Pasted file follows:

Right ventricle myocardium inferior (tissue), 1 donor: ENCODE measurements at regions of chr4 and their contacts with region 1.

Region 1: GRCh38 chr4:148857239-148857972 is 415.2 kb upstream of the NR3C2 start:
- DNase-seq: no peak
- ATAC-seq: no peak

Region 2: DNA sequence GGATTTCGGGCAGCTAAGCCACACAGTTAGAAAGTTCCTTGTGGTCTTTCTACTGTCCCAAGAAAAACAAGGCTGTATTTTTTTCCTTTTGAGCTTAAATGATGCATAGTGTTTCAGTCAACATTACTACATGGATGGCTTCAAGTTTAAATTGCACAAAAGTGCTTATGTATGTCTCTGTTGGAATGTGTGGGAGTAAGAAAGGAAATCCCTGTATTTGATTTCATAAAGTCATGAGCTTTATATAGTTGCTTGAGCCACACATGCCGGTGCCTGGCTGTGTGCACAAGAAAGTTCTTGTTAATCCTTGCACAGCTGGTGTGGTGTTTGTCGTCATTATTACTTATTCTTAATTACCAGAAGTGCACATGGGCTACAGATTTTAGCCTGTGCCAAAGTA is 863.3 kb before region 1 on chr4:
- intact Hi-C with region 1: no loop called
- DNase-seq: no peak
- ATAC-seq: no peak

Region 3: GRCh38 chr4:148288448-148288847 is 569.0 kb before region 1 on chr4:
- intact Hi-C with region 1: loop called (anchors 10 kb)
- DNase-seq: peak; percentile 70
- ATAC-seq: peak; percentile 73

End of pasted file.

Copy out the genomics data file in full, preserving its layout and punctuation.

Right ventricle myocardium inferior (tissue), 1 donor: ENCODE measurements at regions of chr4 and their contacts with region 1.

Region 1: GRCh38 chr4:148857239-148857972 is 415.2 kb upstream of the NR3C2 start:
- DNase-seq: no peak
- ATAC-seq: no peak

Region 2: DNA sequence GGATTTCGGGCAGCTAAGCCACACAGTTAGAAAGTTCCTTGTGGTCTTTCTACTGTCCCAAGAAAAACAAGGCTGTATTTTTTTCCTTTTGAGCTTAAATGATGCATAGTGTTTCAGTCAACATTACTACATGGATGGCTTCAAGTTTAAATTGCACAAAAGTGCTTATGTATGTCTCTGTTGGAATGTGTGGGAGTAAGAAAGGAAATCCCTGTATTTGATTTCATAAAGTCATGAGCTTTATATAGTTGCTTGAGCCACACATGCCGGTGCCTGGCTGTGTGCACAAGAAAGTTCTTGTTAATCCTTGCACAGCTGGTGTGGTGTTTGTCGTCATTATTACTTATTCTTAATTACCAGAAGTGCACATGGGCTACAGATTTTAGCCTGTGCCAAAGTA is 863.3 kb before region 1 on chr4:
- intact Hi-C with region 1: no loop called
- DNase-seq: no peak
- ATAC-seq: no peak

Region 3: GRCh38 chr4:148288448-148288847 is 569.0 kb before region 1 on chr4:
- intact Hi-C with region 1: loop called (anchors 10 kb)
- DNase-seq: peak; percentile 70
- ATAC-seq: peak; percentile 73